The Decision

Interestingly, the Court agreed with the Solicitors that the Judge in the Quantum Judgment misconstrued the meaning of the Relevant Article in holding that the RRP applied in the determination of market value for a good leaver. However, the Court found regardless that the Solicitors had still breached their duty of care in failing even to identify the risk and to advise that the RPP could potentially be considered as impacting upon the market value of their shares. As the Court found, “a significant risk went unspotted.”

In reaching its conclusions in this respect, the Court held:

  • The risk was created by the language of the Relevant Article and the Solicitors were responsible for reviewing and negotiating the draft Articles, within the wider class of Leaver Provisions under which the Claimants were looking for protection.
  • The language of the Relevant Article was not standard and was already under scrutiny by the Solicitors for other reasons.
  • Although the Claimants and Solicitors did not at the time believe that any of the good leaver events happening were likely, that does not mean that the legal risk, contained within a provision designed to come into operation if they did, is one that is be treated as insignificant. The risk was significant, and the Claimants had made repeated requests to the Solicitors to focus upon the potential downsides of the Transaction. It was reasonable to expect the Solicitors to advise upon the risk that the relevant RRP provision could be construed in a way which operated to their very significant financial detriment. The Court stated:

“It is one thing to say that it cannot reasonably have been expected to predict a future misalignment of the stars. It would be quite another to conclude that it would be imposing an unduly onerous and unwarranted duty of care upon a firm to say that it should have undertaken a cross-check upon the meaning and effect of a provision on which it had drafting input.”

In dealing with causation, the Court concluded that for the advice given by the Solicitors to have been non-negligent it would have had to have identified the risk as being a significant one, carrying with it a potential impact across all good leaver situations. The Court held that if that non-negligent advice had been given, it was satisfied that the Claimants would have insisted that the Relevant Article was disapplied to the Transaction. The Court did not believe however that the private equity house would have agreed to amend the Relevant Article. In that scenario it was satisfied the Claimants would have walked away from the Transaction and agreed a sale of their shares with alternative investors. The chance of the Claimants finding a buyer of their shares at a price of £8m was assessed at 75% and the Court awarded damages in favour of the Claimants in the combined net sum of £1.454m.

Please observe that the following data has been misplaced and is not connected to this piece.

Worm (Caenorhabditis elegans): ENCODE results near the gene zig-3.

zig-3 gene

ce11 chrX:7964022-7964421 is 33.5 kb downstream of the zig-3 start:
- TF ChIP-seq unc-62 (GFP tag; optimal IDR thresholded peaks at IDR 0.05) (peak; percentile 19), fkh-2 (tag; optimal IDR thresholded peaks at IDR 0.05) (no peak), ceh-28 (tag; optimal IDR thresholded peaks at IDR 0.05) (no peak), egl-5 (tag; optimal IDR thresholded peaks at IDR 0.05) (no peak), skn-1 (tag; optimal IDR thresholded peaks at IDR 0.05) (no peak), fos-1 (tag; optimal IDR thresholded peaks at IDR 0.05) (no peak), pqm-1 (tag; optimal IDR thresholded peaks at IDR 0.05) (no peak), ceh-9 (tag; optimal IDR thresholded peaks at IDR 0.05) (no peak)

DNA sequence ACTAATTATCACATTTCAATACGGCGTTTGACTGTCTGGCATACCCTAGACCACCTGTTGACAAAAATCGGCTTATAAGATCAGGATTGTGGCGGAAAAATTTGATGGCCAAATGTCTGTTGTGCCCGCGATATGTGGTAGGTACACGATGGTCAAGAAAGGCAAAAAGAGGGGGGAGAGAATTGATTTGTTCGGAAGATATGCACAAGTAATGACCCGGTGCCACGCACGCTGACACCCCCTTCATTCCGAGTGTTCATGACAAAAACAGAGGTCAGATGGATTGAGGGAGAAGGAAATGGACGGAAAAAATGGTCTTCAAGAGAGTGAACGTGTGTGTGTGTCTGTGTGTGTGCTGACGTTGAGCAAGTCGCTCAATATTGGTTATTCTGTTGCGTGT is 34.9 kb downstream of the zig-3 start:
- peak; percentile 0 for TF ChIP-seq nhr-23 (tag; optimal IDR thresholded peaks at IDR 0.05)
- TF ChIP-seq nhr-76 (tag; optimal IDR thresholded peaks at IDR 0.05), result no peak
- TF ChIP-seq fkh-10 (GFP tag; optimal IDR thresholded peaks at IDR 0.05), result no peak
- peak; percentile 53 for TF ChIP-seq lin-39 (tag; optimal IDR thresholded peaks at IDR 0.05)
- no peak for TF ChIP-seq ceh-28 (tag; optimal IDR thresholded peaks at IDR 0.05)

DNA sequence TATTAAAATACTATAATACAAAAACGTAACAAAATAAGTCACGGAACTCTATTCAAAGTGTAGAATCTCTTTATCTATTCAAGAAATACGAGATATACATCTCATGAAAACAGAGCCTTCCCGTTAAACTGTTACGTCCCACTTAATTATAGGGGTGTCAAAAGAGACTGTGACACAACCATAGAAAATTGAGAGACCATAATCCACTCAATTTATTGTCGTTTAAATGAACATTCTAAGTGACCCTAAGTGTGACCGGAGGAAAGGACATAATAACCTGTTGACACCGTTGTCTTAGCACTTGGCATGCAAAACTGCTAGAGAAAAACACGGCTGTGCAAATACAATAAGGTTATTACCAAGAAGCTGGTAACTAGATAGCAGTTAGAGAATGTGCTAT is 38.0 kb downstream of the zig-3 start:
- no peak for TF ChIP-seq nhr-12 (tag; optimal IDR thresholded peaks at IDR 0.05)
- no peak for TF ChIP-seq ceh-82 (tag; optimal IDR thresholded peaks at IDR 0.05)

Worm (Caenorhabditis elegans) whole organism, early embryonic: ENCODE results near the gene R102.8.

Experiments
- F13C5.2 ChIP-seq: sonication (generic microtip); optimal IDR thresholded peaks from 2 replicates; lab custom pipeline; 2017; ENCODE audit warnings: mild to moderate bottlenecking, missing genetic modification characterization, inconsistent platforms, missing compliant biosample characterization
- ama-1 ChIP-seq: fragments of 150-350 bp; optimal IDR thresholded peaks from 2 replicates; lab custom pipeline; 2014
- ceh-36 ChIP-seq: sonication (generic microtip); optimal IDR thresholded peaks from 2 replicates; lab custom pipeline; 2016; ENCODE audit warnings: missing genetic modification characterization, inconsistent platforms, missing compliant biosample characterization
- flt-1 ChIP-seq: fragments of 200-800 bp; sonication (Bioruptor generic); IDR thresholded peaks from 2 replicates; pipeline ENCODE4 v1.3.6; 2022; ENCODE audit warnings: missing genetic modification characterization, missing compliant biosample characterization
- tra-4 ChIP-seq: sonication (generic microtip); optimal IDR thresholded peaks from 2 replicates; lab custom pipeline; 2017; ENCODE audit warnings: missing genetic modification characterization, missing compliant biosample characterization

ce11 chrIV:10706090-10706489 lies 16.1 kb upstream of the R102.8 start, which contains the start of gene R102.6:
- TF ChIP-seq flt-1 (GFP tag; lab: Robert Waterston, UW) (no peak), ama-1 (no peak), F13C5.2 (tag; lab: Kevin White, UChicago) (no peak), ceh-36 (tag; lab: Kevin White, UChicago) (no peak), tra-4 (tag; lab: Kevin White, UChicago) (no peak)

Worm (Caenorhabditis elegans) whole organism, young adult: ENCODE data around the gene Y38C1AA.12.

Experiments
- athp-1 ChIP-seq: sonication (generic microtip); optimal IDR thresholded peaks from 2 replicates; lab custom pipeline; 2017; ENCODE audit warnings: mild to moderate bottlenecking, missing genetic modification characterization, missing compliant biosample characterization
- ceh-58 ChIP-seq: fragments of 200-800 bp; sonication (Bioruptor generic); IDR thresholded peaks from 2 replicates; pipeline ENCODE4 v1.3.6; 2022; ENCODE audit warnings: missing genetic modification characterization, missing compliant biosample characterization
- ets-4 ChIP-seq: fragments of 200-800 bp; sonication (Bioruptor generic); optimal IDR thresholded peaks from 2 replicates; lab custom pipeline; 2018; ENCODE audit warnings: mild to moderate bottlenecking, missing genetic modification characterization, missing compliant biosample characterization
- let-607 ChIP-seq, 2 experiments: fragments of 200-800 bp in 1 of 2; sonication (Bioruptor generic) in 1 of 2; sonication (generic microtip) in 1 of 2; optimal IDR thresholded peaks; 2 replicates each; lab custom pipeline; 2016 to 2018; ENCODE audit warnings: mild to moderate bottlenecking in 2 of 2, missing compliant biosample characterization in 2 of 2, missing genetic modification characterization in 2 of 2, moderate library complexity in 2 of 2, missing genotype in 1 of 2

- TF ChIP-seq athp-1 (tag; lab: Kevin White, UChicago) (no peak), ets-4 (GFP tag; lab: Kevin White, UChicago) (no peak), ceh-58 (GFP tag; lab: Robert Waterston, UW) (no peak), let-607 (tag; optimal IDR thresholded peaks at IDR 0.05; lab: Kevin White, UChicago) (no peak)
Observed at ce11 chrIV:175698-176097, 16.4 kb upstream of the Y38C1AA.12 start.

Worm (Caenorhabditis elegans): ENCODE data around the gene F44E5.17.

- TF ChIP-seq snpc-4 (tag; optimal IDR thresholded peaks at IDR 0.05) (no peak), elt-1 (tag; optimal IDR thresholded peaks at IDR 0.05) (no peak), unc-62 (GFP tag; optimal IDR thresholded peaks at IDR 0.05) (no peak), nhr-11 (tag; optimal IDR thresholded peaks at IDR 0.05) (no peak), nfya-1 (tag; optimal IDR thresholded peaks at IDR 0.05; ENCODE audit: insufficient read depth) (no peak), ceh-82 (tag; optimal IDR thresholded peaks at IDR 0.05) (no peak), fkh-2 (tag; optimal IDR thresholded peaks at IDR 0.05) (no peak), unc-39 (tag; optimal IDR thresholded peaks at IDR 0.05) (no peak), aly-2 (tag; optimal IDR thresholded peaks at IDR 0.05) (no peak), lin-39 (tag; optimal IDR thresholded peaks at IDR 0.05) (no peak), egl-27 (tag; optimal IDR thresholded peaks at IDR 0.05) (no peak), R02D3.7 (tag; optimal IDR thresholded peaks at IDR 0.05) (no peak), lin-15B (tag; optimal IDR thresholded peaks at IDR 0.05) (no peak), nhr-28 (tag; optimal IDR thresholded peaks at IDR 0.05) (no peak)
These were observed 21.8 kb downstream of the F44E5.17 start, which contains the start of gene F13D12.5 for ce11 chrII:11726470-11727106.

The most significant impact of the judgment is in relation to the Court’s findings on breach of duty of care, as to which the Court observed, “it is the duty of the lawyer to anticipate the unthinkable but predictable”. It serves as an important reminder to professionals that when they are giving advice, even if the risk of an outcome happening is unlikely, if its effects would nonetheless be significant, then they have a duty of care to warn their client.

This judgment is one of a spate of recent decisions which makes clear that there is a critical distinction between whether any legal advice was right or wrong and whether the same was negligent. For example, in the recent case of Percy v Merriman (see our article here) although the underlying judgment against the barrister’s client supported an argument that the advice given was with hindsight wrong, the Court of Appeal stated that it did not automatically follow that the advice was negligent (and the contribution claimant’s failure to prove this was fatal to its case). Conversely, as is demonstrated in this case, even when the court disagrees with an earlier finding of liability against a solicitor or barrister’s client, it does not necessarily follow that their advice was not negligent. This is because the nature of legal advice is that it requires an exercise of judgment, as the course and choices available are rarely black and white. Therefore, in establishing negligence, the question is not whether the advice turned out to be right or wrong, but whether the advice was within the range of advice which could be given by a reasonably competent solicitor or barrister.